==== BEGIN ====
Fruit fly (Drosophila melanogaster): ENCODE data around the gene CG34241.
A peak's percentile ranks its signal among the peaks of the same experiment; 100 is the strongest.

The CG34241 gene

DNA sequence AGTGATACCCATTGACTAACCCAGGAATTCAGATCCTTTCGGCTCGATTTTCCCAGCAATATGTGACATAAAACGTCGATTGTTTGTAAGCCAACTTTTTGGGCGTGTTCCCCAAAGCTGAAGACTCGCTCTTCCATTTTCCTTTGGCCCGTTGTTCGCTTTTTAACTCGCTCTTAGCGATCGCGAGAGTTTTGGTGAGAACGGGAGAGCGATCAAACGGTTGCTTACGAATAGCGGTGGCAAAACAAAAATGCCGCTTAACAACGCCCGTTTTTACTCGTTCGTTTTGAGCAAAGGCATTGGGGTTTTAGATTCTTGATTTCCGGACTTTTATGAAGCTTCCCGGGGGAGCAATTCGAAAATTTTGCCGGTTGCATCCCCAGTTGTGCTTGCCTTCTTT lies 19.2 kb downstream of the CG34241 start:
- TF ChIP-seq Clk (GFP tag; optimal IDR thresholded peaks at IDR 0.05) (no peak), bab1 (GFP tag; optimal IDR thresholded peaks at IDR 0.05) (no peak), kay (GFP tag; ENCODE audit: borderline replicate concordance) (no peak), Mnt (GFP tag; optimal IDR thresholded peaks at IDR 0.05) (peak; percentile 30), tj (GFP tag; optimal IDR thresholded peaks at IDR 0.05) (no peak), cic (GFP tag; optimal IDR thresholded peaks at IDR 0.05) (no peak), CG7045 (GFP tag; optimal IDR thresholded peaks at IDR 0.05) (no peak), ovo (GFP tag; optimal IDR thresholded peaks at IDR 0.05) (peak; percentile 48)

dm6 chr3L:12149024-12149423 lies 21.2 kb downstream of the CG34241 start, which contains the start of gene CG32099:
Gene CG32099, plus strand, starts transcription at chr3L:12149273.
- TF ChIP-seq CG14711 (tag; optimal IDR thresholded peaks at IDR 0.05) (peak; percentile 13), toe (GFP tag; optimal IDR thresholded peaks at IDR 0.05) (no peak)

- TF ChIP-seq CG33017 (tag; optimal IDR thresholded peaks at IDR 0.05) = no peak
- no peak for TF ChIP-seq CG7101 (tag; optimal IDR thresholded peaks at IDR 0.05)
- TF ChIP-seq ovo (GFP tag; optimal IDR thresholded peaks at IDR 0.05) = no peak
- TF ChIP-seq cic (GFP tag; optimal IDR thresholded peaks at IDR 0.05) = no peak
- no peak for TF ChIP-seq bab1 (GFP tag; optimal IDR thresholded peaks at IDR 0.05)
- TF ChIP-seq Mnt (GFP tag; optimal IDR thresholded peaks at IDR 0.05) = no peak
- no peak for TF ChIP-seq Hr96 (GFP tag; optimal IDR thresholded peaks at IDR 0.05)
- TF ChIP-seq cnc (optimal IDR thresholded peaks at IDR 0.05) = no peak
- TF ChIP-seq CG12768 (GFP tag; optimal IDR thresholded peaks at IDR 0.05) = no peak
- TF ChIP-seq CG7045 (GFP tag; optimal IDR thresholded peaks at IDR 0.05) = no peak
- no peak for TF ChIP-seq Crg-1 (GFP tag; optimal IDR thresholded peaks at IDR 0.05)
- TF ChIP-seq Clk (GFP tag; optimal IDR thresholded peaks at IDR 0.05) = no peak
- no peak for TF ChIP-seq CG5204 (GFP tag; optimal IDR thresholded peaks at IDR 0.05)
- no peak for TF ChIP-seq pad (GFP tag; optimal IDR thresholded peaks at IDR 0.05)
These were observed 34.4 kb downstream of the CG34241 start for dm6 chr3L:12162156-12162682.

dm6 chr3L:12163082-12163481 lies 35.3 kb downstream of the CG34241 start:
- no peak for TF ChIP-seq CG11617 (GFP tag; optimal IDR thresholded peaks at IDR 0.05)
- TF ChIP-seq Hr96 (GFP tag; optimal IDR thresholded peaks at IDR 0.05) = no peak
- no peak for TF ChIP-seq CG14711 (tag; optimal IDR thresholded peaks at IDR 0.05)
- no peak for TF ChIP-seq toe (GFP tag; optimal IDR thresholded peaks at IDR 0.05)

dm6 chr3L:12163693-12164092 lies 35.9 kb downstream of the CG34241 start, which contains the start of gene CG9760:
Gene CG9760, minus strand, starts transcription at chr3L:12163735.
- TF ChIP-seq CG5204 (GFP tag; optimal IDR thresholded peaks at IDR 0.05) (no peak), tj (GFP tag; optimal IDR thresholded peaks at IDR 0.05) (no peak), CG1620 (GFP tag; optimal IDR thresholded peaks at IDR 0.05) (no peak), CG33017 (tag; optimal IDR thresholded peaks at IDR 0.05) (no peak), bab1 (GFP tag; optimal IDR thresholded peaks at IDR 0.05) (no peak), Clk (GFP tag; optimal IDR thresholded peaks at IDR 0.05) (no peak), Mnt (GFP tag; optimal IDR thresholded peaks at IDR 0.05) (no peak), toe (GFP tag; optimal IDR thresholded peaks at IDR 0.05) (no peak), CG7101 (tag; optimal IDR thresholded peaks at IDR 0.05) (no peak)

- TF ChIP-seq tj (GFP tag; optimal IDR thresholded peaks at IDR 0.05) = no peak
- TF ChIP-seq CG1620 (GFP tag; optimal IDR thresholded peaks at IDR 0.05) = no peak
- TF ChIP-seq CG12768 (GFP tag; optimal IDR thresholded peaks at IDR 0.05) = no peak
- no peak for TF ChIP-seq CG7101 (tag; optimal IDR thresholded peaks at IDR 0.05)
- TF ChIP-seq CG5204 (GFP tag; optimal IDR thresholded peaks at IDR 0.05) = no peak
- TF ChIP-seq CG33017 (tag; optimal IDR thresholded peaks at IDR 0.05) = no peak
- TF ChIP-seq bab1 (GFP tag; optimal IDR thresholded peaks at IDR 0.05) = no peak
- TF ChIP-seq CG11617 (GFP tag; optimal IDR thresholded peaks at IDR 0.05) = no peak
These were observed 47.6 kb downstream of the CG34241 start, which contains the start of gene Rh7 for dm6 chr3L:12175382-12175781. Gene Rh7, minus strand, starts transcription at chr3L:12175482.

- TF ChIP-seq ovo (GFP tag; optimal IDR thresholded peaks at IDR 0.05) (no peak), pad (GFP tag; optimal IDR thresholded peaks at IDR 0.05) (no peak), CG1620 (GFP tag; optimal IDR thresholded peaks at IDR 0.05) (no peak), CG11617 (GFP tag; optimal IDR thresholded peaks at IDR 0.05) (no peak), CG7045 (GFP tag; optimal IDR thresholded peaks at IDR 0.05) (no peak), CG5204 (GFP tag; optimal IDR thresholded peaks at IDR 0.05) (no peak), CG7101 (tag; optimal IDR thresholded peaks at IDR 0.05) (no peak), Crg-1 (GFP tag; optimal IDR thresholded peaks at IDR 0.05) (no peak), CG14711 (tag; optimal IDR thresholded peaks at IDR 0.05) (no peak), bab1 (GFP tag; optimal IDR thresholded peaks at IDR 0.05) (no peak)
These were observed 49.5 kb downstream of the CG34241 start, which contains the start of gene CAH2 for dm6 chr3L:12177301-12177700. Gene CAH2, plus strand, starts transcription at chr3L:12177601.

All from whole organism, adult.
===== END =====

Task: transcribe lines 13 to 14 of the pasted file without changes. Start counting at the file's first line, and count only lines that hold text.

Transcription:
- no peak for TF ChIP-seq bab1 (GFP tag; optimal IDR thresholded peaks at IDR 0.05)
- TF ChIP-seq Mnt (GFP tag; optimal IDR thresholded peaks at IDR 0.05) = no peak